To determine whether developmental training modifies the variance of performance, the psychometric function slopes were obtained at d′ = 1 for the three best sessions. Figure 3 shows a main effect of treatment group (Kruskal-Wallis: χ2 = 34.3, df = 2, p < 0.0001). The average slope for NH adults (0.06 ± 0.01 d′/log10Hz) was significantly steeper than found in CHL adults (0.02 ± 0.007 log10Hz) (Wilcoxon test: χ2 = 18.65, df = 1, p < 0.0001). However, the average slope for juvenile trained CHL-reared animals (0.17 ± 0.02 d′/log10Hz) was significantly steeper than CHL adults (Wilcoxon test: χ2 = 20.4, df = 1, p < 0.0001), and also significantly steeper from NH animals (Wilcoxon test: χ2 = 15.9, df = 1, p < 0.001). The CHL animals that had been trained for 10 days (Figure 3, closed red circles; 0.2 ± 0.03 d′/log10Hz) generally displayed steeper slopes than those animals trained for only 4 days (Figure 3, open circles; 0.13 ± 0.03 d′/log10Hz). This suggests that developmental training on FM detection decreases performance variability for animals raised with hearing loss.
Figure 3. Training on FM detection as a juvenile improved psychometric function slopes in adulthood. Average slope of fitted psychometric functions (d′/log10Hz; mean ± SEM) are plotted for NH adult (black bar, gray squares), CHL adult (red bar; red squares), and CHL adult animals trained on the FM task as juveniles (red bar; red circles). Data points from individual animals are the average of the best 3 days of performance. For the trained animals, open circles indicate 4 days of perceptual training, and closed circles indicate 10 days of perceptual training. Significant differences for between-group comparisons are presented in the text and indicated here by asterisks (** significantly greater than all other groups; * significantly smaller than all other groups).
Auditory deprivation during development can induce long-term changes to the central nervous system, and these are associated with perceptual deficits in adulthood (Sanes and Bao, 2009; Sanes and Woolley, 2011). For example, CHL that is induced prior to hearing onset results in poorer performance on both frequency and amplitude modulation detection tasks, even when audibility is compensated (Rosen et al., 2012; Buran et al., 2014), where our lab’s prior work on FM detection in animals with hearing loss tested the theory that there is a critical period for hearing loss on adult perception (Buran et al., 2014). However, the developmental period also provides an opportune time to train animals on perceptual tasks. A brief period of auditory perceptual training during the juvenile period results in a long-term benefit to adult performance on the trained task (Sarro and Sanes, 2011). This current study was a logical extension of this because it led us to explore whether long-term deficits on auditory perceptual skills on FM detection could be rescued with a brief period of training during development. Here, we trained juvenile gerbils with CHL on a FM detection task, and found that their performance on this task in adulthood was better than untrained CHL animals.
The performance of CHL animals was initially assessed immediately at the termination of the training period while animals were still juveniles. At this time, the FM detection thresholds of CHL animals were similar to those displayed by NH juvenile animals (Figure 1). This suggests that the deficits in performance, as measured in adults (Buran et al., 2014), emerge gradually as the duration of deprivation accumulates. Because of inadequate sensory input, the animals with CHL may not display a normal trajectory of improvement. A similar phenomenon is found in children with language based learning disorders who display slower auditory perceptual maturation, and do not attain adult levels of performance (Wright and Zecker, 2004). Consistent with this, children with hearing impairments display immature measures of cortical function when compared to NH children that is only partially restored by cochlear implants, suggesting a delay in the developmental process that does not resolve following an extended duration of hearing (Ponton and Eggermont, 2001).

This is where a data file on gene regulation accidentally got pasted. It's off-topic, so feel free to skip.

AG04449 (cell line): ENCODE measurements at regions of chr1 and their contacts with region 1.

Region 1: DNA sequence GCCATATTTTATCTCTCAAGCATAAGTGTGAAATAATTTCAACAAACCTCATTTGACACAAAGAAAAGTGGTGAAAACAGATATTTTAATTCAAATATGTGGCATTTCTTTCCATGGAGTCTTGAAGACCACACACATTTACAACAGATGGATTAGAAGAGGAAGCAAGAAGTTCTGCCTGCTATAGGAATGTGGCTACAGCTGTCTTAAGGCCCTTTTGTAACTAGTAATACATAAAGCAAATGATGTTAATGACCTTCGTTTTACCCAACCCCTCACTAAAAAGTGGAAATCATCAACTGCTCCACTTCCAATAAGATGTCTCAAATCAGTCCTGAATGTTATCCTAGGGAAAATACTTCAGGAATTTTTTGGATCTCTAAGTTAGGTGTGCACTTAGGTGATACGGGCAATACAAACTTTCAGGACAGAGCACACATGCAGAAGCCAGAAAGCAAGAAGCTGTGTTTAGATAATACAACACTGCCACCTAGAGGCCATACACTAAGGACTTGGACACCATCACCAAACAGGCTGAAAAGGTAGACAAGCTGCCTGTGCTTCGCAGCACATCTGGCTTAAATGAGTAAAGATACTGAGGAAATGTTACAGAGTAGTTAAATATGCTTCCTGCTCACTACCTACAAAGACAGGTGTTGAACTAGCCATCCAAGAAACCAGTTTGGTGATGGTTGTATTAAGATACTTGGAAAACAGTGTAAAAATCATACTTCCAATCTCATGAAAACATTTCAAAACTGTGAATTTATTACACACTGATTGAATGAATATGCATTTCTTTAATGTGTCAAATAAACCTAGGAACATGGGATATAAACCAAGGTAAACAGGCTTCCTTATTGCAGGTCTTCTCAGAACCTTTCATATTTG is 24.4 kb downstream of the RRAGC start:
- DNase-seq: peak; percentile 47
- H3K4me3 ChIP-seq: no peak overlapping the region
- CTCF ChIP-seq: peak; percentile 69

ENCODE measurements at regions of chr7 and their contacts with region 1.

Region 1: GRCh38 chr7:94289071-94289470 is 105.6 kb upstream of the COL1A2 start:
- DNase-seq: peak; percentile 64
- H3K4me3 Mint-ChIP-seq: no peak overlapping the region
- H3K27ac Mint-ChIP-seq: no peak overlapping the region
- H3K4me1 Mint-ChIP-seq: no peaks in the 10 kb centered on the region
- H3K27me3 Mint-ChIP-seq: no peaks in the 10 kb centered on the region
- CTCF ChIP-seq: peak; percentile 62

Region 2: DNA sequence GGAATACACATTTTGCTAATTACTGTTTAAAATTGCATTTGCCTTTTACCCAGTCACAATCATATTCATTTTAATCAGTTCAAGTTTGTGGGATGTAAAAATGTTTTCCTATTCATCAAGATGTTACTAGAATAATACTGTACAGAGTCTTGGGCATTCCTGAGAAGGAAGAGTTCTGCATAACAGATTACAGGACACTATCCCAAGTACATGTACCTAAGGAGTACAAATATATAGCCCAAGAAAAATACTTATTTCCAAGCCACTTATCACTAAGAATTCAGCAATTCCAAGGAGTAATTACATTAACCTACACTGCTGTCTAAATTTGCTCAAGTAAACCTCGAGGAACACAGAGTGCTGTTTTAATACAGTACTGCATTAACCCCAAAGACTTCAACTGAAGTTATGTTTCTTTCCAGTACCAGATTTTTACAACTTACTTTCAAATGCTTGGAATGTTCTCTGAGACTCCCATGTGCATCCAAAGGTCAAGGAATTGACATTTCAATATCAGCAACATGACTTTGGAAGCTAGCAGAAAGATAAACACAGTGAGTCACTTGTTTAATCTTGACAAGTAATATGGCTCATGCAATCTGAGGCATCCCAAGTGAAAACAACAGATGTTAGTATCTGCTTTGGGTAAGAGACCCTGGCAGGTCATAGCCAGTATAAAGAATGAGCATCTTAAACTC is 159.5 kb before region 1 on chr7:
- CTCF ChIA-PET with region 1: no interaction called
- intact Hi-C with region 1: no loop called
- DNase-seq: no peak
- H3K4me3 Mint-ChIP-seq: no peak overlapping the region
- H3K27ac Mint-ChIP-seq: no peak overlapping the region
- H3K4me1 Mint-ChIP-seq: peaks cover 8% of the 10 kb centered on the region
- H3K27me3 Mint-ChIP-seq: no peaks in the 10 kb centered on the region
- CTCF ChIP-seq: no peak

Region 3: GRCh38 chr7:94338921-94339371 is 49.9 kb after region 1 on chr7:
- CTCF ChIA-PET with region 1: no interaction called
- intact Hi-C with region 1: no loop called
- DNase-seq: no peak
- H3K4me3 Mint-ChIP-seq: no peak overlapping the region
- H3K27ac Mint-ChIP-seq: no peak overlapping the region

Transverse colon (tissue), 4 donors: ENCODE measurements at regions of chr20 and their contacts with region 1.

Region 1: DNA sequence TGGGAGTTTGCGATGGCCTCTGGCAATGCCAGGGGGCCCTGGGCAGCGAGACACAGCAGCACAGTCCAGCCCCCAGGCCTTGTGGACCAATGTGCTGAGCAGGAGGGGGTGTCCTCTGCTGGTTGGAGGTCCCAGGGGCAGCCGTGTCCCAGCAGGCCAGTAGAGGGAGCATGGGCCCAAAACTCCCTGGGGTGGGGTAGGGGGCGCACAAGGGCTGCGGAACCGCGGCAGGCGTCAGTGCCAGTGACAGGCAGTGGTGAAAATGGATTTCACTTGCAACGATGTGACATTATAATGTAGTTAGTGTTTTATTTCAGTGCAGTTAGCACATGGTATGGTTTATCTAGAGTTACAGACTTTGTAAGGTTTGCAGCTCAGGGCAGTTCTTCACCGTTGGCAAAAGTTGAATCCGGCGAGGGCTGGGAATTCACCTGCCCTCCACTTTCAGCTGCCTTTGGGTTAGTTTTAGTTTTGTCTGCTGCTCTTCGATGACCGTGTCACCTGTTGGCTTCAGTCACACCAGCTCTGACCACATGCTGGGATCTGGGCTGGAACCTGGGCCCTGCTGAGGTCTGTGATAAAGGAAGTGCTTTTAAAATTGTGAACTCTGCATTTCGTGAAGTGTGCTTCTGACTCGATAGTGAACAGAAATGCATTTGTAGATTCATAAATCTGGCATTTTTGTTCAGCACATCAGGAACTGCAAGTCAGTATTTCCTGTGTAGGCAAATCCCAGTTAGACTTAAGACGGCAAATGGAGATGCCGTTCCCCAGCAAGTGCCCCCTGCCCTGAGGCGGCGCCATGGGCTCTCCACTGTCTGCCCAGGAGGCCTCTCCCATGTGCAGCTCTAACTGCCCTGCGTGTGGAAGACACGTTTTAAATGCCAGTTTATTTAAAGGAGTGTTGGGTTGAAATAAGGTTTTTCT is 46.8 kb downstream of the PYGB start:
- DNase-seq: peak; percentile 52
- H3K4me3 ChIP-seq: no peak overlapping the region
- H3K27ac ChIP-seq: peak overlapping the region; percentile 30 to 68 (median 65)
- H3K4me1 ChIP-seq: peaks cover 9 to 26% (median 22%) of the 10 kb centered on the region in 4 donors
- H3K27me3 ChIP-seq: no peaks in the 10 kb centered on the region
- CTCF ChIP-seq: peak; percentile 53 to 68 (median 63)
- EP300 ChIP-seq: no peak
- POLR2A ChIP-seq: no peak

The results from the present study demonstrate that a brief period of FM detection training during this period is sufficient to improve adult detection FM thresholds in animals with CHL, and thus possibly impede the accumulation of the deficit as a function of age. The two training regimens, 4 or 10 days, were not sufficient to restore a normal level of performance (Figure 2). However, our results indicate that the amount of developmental training can impact adult performance. Thus, those adults that had received 10 days of developmental training had slightly better adult detection thresholds than those with only 4 days of training (Figure 2). The impact of juvenile training on psychometric function slopes (Figure 3) suggests that the limited amount of training given to the juveniles with CHL allowed these animals to become more consistent within a narrower range of FM depths. It is possible that, with more training on the FM detection task during development, these animals may have become more confident across a broader range of FM depths and eventually approached NH adult thresholds, while also modifying the slope closer to NH adults. Taken together, these findings suggest that perceptual learning that occurs during development can provide long-term benefits on perceptual abilities and may, in fact, be able to rescue deficits in perception.